At 10 min of reperfusion, local blood H2O2concentrations had decreased to values observed during the pretourniquet period (Figure 2). Local and systemic blood xanthine oxidase activities decreased to 5.10+/-0.27 and 4.02+/-0.12 nmol UA *symbol* ml sup -1 *symbol* min sup -1, respectively, yet remained significantly increased (P < 0.05) from values observed in the pretourniquet period (Figure 3). The lack of an increase in local H2O2at 10 min reperfusion is inconsistent with the increased xanthine oxidase activity, xanthine (5.36+/-0.33 nmol *symbol* ml sup -1), and uric acid (4.67+/-0.26 micro mol *symbol* ml sup -1) concentrations (Figure 3). However, consistent with no increases in local blood H2O2, GSH (H2O2scavenger) concentrations in local blood were peaking at 10 min of reperfusion (7.08 +/-0.46 micro mol *symbol* ml sup -1) while systemic blood GSH concentrations remained increased from pretourniquet levels (1.99 +/-0.13 micro mol *symbol* ml sup -1). Blood GSSG concentrations in local samples had returned to pretourniquet levels by 10 min reperfusion (Figure 3).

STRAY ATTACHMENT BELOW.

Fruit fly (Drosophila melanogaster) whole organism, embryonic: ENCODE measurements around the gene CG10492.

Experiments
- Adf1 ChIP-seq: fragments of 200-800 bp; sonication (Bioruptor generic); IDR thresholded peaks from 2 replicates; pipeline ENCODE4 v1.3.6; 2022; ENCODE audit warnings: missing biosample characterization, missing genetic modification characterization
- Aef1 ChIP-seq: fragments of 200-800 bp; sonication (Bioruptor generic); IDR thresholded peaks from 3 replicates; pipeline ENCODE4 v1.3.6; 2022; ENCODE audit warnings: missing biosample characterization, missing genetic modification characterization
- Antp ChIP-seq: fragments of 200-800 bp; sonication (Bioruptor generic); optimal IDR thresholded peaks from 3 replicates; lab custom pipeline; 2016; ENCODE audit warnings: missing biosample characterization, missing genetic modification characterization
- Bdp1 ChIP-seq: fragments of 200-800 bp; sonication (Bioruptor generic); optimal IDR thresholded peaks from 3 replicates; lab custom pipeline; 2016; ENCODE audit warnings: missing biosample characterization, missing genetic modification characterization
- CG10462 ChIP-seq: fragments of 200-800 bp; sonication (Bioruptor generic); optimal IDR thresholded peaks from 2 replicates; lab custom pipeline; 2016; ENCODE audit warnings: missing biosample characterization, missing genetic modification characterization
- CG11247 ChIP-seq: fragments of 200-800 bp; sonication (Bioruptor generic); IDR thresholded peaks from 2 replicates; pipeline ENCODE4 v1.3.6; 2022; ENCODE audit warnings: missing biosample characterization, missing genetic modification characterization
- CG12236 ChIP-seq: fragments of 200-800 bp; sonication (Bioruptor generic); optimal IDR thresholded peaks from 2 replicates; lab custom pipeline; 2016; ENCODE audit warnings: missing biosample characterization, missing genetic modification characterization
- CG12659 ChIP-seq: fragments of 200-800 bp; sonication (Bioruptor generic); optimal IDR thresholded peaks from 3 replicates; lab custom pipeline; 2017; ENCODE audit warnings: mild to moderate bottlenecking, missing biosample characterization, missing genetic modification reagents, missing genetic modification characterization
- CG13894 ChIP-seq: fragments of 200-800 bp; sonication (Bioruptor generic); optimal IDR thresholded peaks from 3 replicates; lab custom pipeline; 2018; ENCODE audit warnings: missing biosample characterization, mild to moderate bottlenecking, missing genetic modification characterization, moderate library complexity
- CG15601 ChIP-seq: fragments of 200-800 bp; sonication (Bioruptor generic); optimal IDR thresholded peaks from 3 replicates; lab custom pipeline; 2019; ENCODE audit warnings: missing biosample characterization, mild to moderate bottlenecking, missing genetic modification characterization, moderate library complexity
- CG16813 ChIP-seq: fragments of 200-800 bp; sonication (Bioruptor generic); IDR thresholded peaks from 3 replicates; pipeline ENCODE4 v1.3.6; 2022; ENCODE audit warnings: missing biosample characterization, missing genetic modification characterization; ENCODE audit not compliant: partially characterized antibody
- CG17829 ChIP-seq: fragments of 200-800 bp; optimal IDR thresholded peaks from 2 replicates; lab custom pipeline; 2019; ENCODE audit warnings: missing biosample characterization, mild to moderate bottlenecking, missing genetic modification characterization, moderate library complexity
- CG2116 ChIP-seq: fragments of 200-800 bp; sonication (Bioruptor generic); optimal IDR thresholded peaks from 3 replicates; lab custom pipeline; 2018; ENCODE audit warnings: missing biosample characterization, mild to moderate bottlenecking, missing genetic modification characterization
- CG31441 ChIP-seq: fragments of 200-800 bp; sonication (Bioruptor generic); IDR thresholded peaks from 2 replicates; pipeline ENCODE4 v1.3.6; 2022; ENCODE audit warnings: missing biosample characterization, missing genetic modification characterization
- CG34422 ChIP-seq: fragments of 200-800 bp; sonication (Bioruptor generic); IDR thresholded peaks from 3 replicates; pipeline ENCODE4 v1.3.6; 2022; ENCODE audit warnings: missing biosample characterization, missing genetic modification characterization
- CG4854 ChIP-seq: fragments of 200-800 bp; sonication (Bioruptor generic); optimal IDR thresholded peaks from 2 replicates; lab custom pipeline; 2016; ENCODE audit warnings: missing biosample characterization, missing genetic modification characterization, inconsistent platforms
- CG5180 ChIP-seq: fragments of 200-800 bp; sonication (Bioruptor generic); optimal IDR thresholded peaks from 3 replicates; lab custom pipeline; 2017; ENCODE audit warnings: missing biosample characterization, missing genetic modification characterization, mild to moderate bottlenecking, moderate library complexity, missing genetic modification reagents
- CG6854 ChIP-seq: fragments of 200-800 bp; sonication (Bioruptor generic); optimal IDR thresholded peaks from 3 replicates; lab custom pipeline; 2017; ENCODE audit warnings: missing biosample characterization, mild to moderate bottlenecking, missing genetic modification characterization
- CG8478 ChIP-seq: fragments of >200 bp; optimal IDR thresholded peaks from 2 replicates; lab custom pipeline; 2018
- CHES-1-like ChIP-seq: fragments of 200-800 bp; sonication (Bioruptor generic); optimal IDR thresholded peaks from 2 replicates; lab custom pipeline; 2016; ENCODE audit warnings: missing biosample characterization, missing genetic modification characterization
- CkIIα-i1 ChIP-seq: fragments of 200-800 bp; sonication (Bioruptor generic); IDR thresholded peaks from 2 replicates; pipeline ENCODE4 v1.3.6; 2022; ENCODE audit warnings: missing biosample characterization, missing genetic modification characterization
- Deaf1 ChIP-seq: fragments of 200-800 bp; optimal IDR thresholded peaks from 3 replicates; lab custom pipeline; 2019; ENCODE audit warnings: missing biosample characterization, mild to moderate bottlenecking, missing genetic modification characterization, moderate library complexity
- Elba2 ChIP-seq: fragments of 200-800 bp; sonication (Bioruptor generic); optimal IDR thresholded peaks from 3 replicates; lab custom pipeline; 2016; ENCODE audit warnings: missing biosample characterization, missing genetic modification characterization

From 20 to 120 min of reperfusion, local and systemic blood H sub 2 O2concentrations were not changed from values observed in the pretourniquet period, while both systemic and local xanthine oxidase activities remained significantly increased from values measured in the pretourniquet period (Figure 2and Figure 3). Blood GSH, GSSG, and plasma xanthine concentrations in local and systemic samples had decreased to values measured in the pretourniquet period (Figure 3and Figure 4). Throughout the entire 120 reperfusion period, systemic plasma xanthine and blood GSSG concentrations were not changed from values observed in the pretourniquet period. Plasma uric acid remained significantly increased in local blood from 5 to 120 min of reperfusion.